Lessons From Black Hat


The digital age is in full force, and is only integrating itself further and further into our lives. At this years ‘Black Hat’ conference in Las Vegas, this integration was on everyone’s lips. From a hackable smart sniper rifle, to spyware on Android phones, to discussions on the hacked Jeep Cherokee, the enmeshment of technology in our lives is hard to deny. In fact, enmeshment is a good term to define our increasingly complex relationship with technology. As defined by the Oxford Dictionary, enmeshment is to be involved, “in a difficult situation from which it is hard to escape.” Which sums up our relationship with the web of technology that has come to become so vital, as well as so frustrating, to our modern day society. We rely heavily on technology from everything from transportation, communication, education, and even healthcare. With this reliance also comes complications and concerns over who can access these technologies ranging from the personal to the critical.

Lessons-From-Black-HatWe live in a world where internet accessible, or wi-fi capable, devices are not just desired by consumers; they are expected by them. To the point where objects that one would not normally think would be wi-fi capable are. The most recent Jeep Cherokee hack being a well-known example of how everyday objects are now being brought into this web of interconnected technological devices: the Internet of Things. However, earlier examples have raised the same questions. In 2008 researchers from the Medical Device Security Center were able to gain remote control of a pacemaker due to its wi-fi capabilities. Thereby granting them the ability to do anything from shut down the device to causing cardiac arrest. Another instance of everyday devices being hacked happened in 2011, where a researcher was able to hijack a Medtronic insulin pump via radio transmitters. Initially these two medical devices were created to help bring ease to patients’ lives. The wireless pacemaker was designed to be safer and more reliable than past battery powered pacemakers. Meanwhile the Medtronic insulin pump allowed patients and doctors to adjust functions. However the wireless functions of these devices also had vulnerabilities that had the potential to be exploited by individuals and groups that possessed the technical expertise. According to Gartner some 25 billion devices are predicted to be in use by 2020, and this interconnection has raised concerns about how vulnerable these devices are as well as what steps can be taken to safeguard against malicious users.

What businesses and security researchers can take from this year’s Black Hat is that the distribution of security is not uniform across the Internet of Things. Some devices are simply not designed with security in mind. Either due to a lack of understanding, budget constraints, or a combination of issues. Looking back at the wireless pacemaker, medical staff set out to design a device that would lead to invasive surgeries and prove to be more reliable than previous devices. These are benefits that many people can find positive. When this device was manufactured no one was thinking about what vulnerabilities could exist in this pacemaker that could allow a remote user to physically hurt someone. However, just because the device wasn’t intended to be used maliciously did not mean that it could be used that way. Which is what security researchers demonstrated in their 2008 scenario. The same goes for the many other of devices that were displayed at this year’s Black Hat conference, the on-board computers on cars were put in place to make them more efficient and the smart gun was designed to improve accuracy. Still the vulnerabilities existed and now that they have been exposed it is a matter of choice on how business leaders and security researchers will address them.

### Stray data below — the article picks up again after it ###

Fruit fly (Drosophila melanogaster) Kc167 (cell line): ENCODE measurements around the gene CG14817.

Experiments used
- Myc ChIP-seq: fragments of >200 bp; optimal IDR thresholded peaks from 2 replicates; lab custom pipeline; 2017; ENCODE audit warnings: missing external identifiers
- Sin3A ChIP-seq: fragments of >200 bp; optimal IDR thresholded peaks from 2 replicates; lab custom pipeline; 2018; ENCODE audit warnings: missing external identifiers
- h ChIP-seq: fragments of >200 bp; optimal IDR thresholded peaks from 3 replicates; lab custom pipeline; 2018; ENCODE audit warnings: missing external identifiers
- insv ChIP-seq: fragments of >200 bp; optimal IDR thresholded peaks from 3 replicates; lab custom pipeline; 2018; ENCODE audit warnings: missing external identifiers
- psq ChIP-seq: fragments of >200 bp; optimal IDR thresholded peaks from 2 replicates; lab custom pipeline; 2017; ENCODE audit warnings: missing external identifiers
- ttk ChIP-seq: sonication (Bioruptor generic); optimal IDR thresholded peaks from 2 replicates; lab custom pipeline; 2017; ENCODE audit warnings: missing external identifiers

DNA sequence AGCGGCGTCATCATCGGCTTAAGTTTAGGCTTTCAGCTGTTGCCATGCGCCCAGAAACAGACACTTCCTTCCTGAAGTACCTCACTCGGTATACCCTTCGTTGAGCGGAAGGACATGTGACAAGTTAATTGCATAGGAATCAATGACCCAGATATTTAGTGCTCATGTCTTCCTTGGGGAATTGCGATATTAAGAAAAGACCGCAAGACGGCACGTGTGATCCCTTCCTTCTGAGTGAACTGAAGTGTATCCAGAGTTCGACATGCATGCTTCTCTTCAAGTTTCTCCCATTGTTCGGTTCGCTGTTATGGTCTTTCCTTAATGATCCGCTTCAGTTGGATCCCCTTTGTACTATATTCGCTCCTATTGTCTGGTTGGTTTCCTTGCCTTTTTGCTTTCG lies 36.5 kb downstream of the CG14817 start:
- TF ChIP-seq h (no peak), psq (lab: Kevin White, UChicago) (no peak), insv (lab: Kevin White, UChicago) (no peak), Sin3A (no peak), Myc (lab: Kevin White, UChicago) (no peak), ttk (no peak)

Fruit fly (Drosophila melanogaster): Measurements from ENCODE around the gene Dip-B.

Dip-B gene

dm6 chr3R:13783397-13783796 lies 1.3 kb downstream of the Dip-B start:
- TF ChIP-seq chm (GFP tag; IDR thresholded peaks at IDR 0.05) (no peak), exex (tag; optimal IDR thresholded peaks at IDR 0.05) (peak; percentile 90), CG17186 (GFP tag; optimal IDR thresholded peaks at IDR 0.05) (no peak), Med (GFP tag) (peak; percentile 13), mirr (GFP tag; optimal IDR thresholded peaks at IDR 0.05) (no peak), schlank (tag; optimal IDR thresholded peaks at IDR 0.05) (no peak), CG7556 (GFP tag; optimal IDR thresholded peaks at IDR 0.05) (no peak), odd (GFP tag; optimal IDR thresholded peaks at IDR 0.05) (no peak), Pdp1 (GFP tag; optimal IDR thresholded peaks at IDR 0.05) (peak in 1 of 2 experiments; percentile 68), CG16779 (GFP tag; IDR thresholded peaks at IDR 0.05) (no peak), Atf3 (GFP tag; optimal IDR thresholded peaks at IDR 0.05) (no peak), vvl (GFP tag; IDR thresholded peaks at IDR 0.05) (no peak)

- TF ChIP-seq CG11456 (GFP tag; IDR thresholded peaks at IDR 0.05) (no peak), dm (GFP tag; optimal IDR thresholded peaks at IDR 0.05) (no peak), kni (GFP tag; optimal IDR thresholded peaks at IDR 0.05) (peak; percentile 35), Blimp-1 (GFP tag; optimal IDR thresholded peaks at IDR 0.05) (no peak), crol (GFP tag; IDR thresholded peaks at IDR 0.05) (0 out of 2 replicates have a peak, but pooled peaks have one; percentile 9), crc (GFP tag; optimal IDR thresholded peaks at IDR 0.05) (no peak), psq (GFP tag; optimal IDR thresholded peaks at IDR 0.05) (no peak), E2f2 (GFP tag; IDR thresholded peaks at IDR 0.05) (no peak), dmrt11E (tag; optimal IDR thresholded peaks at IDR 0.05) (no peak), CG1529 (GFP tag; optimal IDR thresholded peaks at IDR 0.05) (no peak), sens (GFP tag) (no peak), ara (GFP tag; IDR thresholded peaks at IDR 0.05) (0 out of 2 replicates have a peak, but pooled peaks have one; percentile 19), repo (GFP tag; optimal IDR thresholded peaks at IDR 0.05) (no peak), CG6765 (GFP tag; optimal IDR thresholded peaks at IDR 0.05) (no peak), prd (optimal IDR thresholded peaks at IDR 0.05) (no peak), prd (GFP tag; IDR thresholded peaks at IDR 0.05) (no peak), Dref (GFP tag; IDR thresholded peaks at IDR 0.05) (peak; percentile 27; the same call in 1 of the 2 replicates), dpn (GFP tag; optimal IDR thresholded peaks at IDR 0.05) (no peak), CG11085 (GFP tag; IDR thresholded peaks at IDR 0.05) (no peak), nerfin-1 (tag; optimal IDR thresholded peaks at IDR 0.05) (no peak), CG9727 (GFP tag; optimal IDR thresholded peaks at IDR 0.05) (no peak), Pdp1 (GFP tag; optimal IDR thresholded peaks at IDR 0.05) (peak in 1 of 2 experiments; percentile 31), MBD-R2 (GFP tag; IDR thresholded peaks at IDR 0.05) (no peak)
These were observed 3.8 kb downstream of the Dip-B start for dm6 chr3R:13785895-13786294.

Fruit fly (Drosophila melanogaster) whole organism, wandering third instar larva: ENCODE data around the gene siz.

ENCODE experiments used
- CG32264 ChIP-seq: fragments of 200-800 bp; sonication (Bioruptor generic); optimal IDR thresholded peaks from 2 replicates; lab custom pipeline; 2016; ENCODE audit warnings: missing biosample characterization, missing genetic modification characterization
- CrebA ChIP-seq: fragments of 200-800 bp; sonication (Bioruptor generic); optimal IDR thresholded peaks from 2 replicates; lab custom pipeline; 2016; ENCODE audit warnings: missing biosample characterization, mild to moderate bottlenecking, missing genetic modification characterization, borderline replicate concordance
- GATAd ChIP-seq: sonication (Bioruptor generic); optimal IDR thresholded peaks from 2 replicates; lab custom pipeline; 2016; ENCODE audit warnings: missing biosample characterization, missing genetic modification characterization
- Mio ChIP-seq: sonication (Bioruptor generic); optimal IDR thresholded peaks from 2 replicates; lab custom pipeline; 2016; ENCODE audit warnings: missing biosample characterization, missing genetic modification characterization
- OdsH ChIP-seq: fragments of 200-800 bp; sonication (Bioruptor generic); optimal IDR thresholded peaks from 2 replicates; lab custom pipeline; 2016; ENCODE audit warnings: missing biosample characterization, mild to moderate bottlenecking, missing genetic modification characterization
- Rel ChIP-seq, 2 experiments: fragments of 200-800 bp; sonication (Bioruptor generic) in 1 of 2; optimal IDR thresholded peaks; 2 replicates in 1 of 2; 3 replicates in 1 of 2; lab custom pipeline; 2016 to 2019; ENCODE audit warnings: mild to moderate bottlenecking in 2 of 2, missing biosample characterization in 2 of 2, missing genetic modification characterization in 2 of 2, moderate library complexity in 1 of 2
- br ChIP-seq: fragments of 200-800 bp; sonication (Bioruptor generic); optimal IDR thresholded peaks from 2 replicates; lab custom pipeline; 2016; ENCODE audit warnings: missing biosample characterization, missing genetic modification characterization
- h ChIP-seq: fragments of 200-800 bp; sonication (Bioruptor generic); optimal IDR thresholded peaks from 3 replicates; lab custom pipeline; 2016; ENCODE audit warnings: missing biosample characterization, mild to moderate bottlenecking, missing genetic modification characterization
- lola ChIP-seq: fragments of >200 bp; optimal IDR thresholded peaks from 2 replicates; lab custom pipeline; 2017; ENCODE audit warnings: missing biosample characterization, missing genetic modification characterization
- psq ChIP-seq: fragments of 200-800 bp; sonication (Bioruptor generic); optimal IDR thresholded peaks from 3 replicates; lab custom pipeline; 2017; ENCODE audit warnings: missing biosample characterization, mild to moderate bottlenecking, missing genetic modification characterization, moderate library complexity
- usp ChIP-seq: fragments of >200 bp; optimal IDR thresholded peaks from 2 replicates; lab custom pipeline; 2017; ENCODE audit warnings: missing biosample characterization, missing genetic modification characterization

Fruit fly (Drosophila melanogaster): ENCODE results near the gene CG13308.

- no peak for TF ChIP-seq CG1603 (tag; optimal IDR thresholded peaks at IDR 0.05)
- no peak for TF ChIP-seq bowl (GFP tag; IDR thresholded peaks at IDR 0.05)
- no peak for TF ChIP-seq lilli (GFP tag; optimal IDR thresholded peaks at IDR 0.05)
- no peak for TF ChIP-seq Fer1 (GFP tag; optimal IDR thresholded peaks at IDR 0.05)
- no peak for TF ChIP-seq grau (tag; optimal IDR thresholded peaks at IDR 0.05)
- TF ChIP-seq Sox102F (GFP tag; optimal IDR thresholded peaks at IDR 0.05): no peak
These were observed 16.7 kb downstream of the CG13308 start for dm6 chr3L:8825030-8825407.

Some of this lack of foresight can be attributed to a sever knowledge gap that exists between the technology industry and the rest of the business world. That meaning that within the technology world there is a considerable level of knowledge on the dangers of vulnerabilities and how they can impact users and businesses. Such as the dangers of unsecured wi-fi, unencrypted communications, and failures to update software. The problem comes from the other side, where those with little-to-no background in information technology designing and distributing devices that have the potential to be hacked or otherwise compromised. For those who are not in the information technology industry they may possess only a cursory level of understanding or be technologically illiterate and have no level of awareness when it comes to information security. In fact, the knowledge gap theory expresses that such deficiencies tend to only worsen as time goes on. As those within the knowledge circle continue to amass information they become more skilled at attaining knowledge at a quicker rate. Meanwhile those outside of the knowledge circle fall behind. Which leaves security researchers in a difficult position on how to explain complex and technical problems to an audience that may not have the knowledge base to properly understand what is being explained to them.

By | 2017-03-24T13:47:45-04:00 September 16th, 2015|Security|

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